The Delta has lost 50 percent of its population since 1940 and many towns are in ruins, with the exception of the churches. The churches—and the schools and the parents—are fervent practitioners of corporal punishment. Whacking your kids is not only legal but encouraged. The biggest employer in the Delta is the prison. Alcohol is ubiquitous and drugs are everywhere. Teen pregnancy, illiteracy, murder, incarceration are all at the highest rate in all of America. Diabetes, check. High blood pressure, check. If you can’t fry it, you don’t eat it. At Walmart, the only place in the Delta where vegetables are for sale, the clerk picks up Grant’s bunch of asparagus: “Uh uh, I don’t eat none of that rabbit food. I eat like folks.” She asks what it is and repeats “Sparrow guts.” Doesn’t much matter if you eat your greens or not as all crops are sprayed with seven kinds of chemicals. Grant muses that perhaps it’s all the toxic stuff in the air that makes everyone and everything so weird. His girlfriend, Mariah, says that “living in the Delta is like being in love with a crazy person.” Lucky for us, we don’t have to live there to feel the love. Grant delivers the whole bizarre, camouflage-wearing, alligator-infested circus—what he calls the most American place on earth—right to your fingertips.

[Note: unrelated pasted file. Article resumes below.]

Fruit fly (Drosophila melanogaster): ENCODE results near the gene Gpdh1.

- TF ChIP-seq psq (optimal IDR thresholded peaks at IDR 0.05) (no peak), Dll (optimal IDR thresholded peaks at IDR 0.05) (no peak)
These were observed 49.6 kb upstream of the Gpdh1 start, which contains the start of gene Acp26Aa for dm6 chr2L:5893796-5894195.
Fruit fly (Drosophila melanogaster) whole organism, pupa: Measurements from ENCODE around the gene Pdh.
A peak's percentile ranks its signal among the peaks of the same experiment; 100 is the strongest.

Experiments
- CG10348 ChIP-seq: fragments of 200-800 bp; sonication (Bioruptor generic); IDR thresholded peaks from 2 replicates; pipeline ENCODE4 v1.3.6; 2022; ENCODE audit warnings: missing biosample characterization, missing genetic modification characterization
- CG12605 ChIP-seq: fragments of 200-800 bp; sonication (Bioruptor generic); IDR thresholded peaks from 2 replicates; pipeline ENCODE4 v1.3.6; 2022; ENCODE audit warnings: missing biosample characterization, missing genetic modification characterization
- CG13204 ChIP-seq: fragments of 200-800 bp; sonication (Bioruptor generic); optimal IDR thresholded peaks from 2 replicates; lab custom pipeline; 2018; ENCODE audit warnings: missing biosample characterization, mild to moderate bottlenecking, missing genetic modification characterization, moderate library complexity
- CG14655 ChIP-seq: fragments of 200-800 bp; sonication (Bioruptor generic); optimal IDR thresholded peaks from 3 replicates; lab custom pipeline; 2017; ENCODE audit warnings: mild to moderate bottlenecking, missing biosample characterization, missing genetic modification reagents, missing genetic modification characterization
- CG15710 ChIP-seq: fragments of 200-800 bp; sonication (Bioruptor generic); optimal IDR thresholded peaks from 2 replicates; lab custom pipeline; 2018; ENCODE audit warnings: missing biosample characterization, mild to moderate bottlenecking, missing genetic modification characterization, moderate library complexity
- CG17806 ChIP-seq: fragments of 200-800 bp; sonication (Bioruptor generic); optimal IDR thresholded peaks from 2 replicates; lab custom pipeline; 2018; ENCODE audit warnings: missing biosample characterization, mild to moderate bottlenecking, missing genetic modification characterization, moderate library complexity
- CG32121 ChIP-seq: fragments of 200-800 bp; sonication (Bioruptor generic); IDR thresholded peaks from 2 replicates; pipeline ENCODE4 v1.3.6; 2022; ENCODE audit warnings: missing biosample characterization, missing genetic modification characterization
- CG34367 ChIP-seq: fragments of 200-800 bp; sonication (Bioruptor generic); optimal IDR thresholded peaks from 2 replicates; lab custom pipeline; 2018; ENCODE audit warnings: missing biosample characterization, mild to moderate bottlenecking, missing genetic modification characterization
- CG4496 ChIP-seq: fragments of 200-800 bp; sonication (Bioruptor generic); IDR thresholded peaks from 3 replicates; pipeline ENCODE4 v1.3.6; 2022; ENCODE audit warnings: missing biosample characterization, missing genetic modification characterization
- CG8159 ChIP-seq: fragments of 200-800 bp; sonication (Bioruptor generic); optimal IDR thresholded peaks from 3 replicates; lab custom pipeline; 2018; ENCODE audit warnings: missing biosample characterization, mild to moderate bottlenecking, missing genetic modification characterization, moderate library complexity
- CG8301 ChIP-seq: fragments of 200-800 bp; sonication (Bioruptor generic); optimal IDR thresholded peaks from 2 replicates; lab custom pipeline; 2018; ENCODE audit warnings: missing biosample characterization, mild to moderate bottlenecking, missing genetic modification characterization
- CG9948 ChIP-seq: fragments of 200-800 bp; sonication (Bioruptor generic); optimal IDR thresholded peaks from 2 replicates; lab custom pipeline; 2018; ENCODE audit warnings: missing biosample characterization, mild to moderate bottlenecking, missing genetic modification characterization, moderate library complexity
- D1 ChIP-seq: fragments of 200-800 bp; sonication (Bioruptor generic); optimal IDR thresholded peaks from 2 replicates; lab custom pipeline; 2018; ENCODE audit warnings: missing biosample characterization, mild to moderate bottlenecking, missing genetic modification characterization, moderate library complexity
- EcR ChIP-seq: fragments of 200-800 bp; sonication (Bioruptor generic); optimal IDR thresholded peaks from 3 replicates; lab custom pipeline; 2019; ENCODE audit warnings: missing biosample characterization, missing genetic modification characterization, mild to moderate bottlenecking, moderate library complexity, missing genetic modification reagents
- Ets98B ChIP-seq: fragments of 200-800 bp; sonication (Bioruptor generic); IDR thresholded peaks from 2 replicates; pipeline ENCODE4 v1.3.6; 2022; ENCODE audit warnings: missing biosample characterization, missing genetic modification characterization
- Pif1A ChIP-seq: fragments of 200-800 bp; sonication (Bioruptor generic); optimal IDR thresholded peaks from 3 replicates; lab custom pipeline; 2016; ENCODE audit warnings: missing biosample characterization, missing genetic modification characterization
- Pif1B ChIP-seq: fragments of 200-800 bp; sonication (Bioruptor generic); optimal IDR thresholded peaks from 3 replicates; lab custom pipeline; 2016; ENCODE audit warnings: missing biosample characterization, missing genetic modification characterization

—Shelley Ambrose, Publisher and Executive Director
A friend recently pressed a copy of The G-String Murders into my hands. This friend happens to be a bookseller, and I happened to happily hand over two crumpled fivers for this oddball mystery novel bearing Gypsy Rose Lee’s name on the cover. Lee was the biggest name in American Burlesque in the 1930s and, with the help of several ghostwriters, had a blustery second career as a writer of sexed-up crime thrillers and memoirs. The G-String Murders, which unravels a boiling plot to reveal (!) the criminal who strangled a peep-show matriarch with a pair of itty-bitty briefs, was actually written by the legendary Craig Rice, doyenne of wartime American noire. Set deep in the famous stripteaser’s milieu, and featuring improbable sight gags and dialogue salty enough to arouse genuine thirst, this not-quite-forgotten wonder is a naked pleasure—albeit (spoiler alert) a technically guilty one.
—Emily M. Keeler, Senior Editor